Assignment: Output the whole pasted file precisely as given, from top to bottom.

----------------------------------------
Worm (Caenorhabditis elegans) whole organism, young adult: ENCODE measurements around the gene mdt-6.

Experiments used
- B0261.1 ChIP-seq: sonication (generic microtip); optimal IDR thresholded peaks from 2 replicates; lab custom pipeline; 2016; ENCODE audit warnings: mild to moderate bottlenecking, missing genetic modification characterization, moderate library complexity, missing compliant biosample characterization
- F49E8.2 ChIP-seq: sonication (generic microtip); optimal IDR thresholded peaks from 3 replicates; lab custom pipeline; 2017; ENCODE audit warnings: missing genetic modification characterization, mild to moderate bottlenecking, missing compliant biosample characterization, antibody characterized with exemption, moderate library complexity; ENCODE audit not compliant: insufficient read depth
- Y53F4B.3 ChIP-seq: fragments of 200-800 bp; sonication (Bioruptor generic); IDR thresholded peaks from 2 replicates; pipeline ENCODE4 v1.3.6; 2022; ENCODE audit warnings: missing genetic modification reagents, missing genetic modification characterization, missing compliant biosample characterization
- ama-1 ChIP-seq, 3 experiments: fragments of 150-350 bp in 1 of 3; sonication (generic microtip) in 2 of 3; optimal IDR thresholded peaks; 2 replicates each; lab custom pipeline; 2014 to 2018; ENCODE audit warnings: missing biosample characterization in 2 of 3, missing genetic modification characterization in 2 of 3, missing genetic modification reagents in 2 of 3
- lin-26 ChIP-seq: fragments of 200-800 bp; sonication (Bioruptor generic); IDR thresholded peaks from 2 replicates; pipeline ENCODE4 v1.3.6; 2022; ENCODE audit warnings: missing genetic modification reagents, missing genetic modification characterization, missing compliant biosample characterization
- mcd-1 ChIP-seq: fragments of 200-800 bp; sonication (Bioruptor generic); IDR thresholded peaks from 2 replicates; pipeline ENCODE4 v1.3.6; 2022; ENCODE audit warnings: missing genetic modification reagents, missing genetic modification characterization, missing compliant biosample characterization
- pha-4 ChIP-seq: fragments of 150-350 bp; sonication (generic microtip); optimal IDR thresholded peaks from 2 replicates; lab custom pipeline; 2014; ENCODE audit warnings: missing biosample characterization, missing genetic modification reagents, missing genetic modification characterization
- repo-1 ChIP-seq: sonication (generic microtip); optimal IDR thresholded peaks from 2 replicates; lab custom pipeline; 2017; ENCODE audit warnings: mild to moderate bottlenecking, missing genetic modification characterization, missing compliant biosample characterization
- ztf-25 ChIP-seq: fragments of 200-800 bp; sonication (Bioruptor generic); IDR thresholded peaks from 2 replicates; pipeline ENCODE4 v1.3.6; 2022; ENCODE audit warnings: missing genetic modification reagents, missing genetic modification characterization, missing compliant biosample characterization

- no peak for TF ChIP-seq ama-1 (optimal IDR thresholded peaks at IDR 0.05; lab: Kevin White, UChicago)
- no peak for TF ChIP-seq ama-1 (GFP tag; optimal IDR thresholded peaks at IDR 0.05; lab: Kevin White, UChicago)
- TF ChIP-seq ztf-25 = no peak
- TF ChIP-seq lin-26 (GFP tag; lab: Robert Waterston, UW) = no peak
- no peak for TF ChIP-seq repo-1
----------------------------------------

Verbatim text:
Worm (Caenorhabditis elegans) whole organism, young adult: ENCODE measurements around the gene mdt-6.

Experiments used
- B0261.1 ChIP-seq: sonication (generic microtip); optimal IDR thresholded peaks from 2 replicates; lab custom pipeline; 2016; ENCODE audit warnings: mild to moderate bottlenecking, missing genetic modification characterization, moderate library complexity, missing compliant biosample characterization
- F49E8.2 ChIP-seq: sonication (generic microtip); optimal IDR thresholded peaks from 3 replicates; lab custom pipeline; 2017; ENCODE audit warnings: missing genetic modification characterization, mild to moderate bottlenecking, missing compliant biosample characterization, antibody characterized with exemption, moderate library complexity; ENCODE audit not compliant: insufficient read depth
- Y53F4B.3 ChIP-seq: fragments of 200-800 bp; sonication (Bioruptor generic); IDR thresholded peaks from 2 replicates; pipeline ENCODE4 v1.3.6; 2022; ENCODE audit warnings: missing genetic modification reagents, missing genetic modification characterization, missing compliant biosample characterization
- ama-1 ChIP-seq, 3 experiments: fragments of 150-350 bp in 1 of 3; sonication (generic microtip) in 2 of 3; optimal IDR thresholded peaks; 2 replicates each; lab custom pipeline; 2014 to 2018; ENCODE audit warnings: missing biosample characterization in 2 of 3, missing genetic modification characterization in 2 of 3, missing genetic modification reagents in 2 of 3
- lin-26 ChIP-seq: fragments of 200-800 bp; sonication (Bioruptor generic); IDR thresholded peaks from 2 replicates; pipeline ENCODE4 v1.3.6; 2022; ENCODE audit warnings: missing genetic modification reagents, missing genetic modification characterization, missing compliant biosample characterization
- mcd-1 ChIP-seq: fragments of 200-800 bp; sonication (Bioruptor generic); IDR thresholded peaks from 2 replicates; pipeline ENCODE4 v1.3.6; 2022; ENCODE audit warnings: missing genetic modification reagents, missing genetic modification characterization, missing compliant biosample characterization
- pha-4 ChIP-seq: fragments of 150-350 bp; sonication (generic microtip); optimal IDR thresholded peaks from 2 replicates; lab custom pipeline; 2014; ENCODE audit warnings: missing biosample characterization, missing genetic modification reagents, missing genetic modification characterization
- repo-1 ChIP-seq: sonication (generic microtip); optimal IDR thresholded peaks from 2 replicates; lab custom pipeline; 2017; ENCODE audit warnings: mild to moderate bottlenecking, missing genetic modification characterization, missing compliant biosample characterization
- ztf-25 ChIP-seq: fragments of 200-800 bp; sonication (Bioruptor generic); IDR thresholded peaks from 2 replicates; pipeline ENCODE4 v1.3.6; 2022; ENCODE audit warnings: missing genetic modification reagents, missing genetic modification characterization, missing compliant biosample characterization

- no peak for TF ChIP-seq ama-1 (optimal IDR thresholded peaks at IDR 0.05; lab: Kevin White, UChicago)
- no peak for TF ChIP-seq ama-1 (GFP tag; optimal IDR thresholded peaks at IDR 0.05; lab: Kevin White, UChicago)
- TF ChIP-seq ztf-25 = no peak
- TF ChIP-seq lin-26 (GFP tag; lab: Robert Waterston, UW) = no peak
- no peak for TF ChIP-seq repo-1